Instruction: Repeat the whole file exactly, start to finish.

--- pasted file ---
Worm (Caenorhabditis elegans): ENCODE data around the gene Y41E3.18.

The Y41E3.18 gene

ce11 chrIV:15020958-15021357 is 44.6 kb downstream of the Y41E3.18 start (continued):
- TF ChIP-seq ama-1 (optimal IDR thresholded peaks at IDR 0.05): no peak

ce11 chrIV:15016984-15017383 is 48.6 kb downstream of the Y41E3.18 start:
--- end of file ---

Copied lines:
Worm (Caenorhabditis elegans): ENCODE data around the gene Y41E3.18.

The Y41E3.18 gene

ce11 chrIV:15020958-15021357 is 44.6 kb downstream of the Y41E3.18 start (continued):
- TF ChIP-seq ama-1 (optimal IDR thresholded peaks at IDR 0.05): no peak

ce11 chrIV:15016984-15017383 is 48.6 kb downstream of the Y41E3.18 start: